H-A-L-T: Hungry, Angry, Lonely and Tired


Aid Worker:  HALT!!!

HALT is a popular self-care tool in the treatment of alcoholism. It is an acronym for Hungry, Angry, Lonely and Tired, and was designed to remind people when they might be vulnerable to relapse. But really, HALT applies to anyone– no matter what your “ism”. In the case of International Aid Workers, an awareness of H.A.L.T might even help us avoid some of the more insidious and underlying “isms” that plague our work: cynicism, defeatism, and various other forms of addiction.


The question is, what happens when you have already hit “HALT” full throttle, and what do you do to get out of it?

When you’re HUNGRY

We don’t need to belabor the importance of good nutrition, except to say that this is an area where a lot of aid workers might be floundering.  Either we live in places where shortages make good food hard to come by, or we are just too busy or ignorant of the benefits to make sure we make it a priority. Here’s the catch: eating right is even more important when you live in the field, as working in the developing world exposes us to all manner of diseases that our bodies need extra defense against. How many of us have spent more nights than we’d like to remember battling amoebas on the porcelain throne?  Or recovering from typhoid, dysentery or some other ‘mystery’ bout with a belly disorder? How many of us abuse coffee, alcohol and cigarettes to stimulate us?  Our physical resilience depends largely on what we eat, so nutrition is our first line of defense in keeping our immune systems strong.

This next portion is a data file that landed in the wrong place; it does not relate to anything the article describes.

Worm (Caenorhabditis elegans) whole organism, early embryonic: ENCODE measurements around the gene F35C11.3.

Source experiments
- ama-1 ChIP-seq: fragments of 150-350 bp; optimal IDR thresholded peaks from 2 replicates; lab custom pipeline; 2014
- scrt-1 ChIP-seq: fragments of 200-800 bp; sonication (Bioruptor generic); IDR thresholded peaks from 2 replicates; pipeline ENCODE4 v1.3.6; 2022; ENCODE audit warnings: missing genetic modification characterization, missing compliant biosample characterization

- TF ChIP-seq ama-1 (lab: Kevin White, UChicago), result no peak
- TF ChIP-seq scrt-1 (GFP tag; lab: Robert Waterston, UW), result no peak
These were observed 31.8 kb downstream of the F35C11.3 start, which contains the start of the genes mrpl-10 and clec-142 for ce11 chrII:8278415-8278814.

But feeding yourself well goes well beyond what you put in your mouth.  If you find yourself insatiably hungry, you might ask yourself what you are truly hungry for, because this is often an indicator of an emotional need that must be met.  Could it be hunger for attention, comfort, understanding, or companionship? In this case, it’s wiser to turn toward friends, family or some other form of fellowship rather than the grocery store.


When you’re ANGRY

This is a good news/bad news story:  it starts with realizing that anger is actually nothing more than a feeling, and we need not feel badly about our feelings!  In fact, recognizing we are angry about something can give us just the right energy to change a bad situation for the better. The challenge here is to use that energy constructively, which can be difficult since many of us are more accustomed to letting anger get the better of us in the form of criticism, belittlement and even violence toward ourselves and others.  Sometimes anger overcomes us to the extent that it feels like a loop-tape we are playing over and over in our head (in which case, it has morphed into resentment).